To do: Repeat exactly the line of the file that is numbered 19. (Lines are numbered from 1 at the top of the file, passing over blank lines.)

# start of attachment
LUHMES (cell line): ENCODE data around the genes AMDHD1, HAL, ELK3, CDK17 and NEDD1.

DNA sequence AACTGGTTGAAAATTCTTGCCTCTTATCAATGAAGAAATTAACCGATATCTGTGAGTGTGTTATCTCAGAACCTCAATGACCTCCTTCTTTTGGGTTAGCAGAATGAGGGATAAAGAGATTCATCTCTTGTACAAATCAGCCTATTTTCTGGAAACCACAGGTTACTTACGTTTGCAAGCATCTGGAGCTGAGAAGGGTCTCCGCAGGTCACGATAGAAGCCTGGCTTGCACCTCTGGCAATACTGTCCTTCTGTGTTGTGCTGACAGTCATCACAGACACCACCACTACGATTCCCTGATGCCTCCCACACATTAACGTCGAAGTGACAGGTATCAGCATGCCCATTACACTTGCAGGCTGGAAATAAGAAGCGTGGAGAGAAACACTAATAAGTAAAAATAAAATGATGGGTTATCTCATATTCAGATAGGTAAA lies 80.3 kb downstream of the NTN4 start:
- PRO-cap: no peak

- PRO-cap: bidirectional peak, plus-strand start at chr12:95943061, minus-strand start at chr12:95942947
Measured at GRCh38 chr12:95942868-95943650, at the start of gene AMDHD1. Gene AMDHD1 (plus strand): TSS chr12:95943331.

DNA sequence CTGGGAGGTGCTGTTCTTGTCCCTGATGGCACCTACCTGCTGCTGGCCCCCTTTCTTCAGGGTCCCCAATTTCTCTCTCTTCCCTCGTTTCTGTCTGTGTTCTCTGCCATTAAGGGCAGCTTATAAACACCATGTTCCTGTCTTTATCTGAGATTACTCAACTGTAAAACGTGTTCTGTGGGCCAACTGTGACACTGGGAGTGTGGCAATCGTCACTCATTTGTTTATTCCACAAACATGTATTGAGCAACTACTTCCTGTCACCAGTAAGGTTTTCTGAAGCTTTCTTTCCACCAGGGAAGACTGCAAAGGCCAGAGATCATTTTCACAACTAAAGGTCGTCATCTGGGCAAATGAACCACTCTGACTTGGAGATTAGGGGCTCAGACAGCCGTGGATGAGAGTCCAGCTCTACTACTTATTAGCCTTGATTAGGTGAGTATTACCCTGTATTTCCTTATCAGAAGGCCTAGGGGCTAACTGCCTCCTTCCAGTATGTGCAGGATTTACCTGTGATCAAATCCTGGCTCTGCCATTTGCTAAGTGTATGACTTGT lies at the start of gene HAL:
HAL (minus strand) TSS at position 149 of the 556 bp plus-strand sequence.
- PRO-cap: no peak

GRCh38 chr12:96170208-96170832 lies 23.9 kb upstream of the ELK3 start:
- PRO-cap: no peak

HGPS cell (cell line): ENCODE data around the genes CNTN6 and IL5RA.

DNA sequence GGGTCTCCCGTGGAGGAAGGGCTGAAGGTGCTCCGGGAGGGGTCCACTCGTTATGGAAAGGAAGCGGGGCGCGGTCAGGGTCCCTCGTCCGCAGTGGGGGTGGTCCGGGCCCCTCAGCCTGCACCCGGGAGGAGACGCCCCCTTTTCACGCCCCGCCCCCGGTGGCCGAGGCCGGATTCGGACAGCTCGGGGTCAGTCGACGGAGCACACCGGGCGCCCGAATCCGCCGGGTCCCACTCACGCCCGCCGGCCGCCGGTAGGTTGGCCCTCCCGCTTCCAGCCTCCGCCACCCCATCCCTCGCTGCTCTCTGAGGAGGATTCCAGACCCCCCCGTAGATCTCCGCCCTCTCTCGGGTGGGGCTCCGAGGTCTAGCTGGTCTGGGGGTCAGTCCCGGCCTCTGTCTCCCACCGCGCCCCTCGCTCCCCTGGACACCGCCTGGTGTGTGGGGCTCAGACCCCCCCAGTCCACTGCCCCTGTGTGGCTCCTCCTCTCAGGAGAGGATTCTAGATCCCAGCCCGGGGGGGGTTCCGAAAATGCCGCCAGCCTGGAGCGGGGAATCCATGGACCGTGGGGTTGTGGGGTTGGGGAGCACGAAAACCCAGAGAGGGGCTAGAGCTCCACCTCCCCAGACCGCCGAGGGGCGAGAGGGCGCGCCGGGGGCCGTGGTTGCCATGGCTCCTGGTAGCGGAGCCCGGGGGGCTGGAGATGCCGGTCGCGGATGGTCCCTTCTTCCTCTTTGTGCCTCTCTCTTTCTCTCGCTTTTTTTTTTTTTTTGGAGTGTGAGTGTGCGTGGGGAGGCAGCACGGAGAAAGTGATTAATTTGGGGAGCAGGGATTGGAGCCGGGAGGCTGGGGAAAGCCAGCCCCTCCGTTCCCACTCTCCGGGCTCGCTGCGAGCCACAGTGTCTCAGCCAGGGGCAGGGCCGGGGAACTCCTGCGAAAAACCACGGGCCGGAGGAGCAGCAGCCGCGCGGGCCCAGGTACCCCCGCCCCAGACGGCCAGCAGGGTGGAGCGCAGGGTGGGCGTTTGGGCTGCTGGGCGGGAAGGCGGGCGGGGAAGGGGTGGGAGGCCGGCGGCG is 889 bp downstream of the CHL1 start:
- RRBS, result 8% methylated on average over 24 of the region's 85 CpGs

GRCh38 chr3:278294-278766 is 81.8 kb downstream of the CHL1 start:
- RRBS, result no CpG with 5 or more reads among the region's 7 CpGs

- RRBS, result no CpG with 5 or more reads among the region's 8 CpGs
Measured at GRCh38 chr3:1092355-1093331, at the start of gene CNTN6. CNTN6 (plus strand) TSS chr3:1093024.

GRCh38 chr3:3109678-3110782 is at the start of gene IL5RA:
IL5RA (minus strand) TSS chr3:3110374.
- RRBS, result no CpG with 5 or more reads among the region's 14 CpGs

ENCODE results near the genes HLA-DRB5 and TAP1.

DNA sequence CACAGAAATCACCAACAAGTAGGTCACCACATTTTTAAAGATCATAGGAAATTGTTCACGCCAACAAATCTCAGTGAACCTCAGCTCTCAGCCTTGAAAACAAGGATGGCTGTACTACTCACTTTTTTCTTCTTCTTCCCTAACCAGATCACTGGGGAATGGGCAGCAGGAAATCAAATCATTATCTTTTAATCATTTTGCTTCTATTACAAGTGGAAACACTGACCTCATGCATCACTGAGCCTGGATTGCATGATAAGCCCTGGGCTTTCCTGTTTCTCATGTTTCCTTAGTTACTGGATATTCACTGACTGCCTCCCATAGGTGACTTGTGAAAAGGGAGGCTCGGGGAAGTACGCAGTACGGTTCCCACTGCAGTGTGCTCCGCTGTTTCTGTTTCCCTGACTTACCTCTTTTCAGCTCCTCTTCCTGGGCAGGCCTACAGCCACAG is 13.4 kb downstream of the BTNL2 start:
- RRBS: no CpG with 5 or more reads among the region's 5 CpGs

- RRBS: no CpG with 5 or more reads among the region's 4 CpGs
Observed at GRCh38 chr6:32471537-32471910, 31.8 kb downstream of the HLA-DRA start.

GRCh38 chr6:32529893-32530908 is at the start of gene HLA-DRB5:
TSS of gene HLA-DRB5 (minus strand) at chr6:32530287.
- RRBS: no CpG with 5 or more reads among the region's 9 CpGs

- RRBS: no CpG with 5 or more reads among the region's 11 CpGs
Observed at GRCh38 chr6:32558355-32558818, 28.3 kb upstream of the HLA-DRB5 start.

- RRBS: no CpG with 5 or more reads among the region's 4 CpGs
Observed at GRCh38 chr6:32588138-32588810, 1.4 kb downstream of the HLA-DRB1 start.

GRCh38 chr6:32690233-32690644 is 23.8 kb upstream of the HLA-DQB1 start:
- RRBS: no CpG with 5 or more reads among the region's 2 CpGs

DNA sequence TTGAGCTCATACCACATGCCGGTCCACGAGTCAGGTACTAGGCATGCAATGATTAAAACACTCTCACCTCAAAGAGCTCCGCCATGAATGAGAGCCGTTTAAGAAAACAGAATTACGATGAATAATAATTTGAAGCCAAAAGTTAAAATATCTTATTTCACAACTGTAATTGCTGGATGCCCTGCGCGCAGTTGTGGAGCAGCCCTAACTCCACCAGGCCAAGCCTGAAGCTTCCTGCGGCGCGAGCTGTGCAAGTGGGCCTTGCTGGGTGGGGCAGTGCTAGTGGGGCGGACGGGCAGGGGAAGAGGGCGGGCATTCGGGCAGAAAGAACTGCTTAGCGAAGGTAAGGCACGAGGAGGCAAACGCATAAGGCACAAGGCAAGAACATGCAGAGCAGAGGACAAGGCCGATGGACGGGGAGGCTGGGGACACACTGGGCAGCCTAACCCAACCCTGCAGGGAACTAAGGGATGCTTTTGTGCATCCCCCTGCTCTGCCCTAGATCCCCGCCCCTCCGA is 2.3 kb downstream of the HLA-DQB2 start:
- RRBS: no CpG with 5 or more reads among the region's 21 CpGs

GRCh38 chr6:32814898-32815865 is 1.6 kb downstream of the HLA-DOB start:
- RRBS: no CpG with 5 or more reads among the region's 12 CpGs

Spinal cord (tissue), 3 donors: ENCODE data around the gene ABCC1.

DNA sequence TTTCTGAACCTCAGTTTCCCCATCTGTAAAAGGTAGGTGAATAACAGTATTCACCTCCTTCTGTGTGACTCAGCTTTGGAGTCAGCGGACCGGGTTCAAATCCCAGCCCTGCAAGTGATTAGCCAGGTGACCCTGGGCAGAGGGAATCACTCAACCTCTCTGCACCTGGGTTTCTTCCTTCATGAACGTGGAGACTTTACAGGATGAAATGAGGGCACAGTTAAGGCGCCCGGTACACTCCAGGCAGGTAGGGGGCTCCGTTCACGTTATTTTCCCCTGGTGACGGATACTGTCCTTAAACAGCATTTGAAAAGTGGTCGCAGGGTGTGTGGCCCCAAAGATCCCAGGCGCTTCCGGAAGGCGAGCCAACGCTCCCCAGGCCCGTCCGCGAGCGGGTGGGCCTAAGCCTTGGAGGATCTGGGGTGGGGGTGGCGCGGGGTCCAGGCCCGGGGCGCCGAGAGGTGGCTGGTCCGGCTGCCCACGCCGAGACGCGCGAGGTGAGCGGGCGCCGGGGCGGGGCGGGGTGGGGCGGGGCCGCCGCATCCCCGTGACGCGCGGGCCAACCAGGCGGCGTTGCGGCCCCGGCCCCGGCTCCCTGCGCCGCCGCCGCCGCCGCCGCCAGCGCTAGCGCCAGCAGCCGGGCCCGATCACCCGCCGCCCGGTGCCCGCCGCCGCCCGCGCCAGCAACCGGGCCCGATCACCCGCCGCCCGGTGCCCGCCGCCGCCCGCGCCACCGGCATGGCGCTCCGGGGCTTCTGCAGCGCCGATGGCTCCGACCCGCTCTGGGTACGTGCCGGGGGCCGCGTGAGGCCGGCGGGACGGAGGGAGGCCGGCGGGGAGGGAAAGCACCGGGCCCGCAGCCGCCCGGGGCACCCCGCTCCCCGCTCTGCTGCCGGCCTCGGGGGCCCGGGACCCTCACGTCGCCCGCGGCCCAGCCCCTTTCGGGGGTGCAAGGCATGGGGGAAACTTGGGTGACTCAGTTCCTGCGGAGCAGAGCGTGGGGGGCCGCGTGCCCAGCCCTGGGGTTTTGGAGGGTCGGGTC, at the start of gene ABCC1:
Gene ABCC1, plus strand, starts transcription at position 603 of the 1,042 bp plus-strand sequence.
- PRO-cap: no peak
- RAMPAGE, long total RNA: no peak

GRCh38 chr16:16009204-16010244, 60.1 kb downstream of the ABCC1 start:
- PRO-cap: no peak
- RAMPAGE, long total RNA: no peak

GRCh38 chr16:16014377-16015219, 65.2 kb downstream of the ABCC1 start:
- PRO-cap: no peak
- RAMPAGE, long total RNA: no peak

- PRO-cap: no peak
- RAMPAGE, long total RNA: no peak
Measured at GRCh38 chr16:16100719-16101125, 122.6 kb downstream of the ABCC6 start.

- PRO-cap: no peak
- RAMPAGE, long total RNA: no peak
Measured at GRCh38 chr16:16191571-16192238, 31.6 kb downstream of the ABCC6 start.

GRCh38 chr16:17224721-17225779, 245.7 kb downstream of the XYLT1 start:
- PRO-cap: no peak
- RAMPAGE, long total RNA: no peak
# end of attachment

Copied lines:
IL5RA (minus strand) TSS chr3:3110374.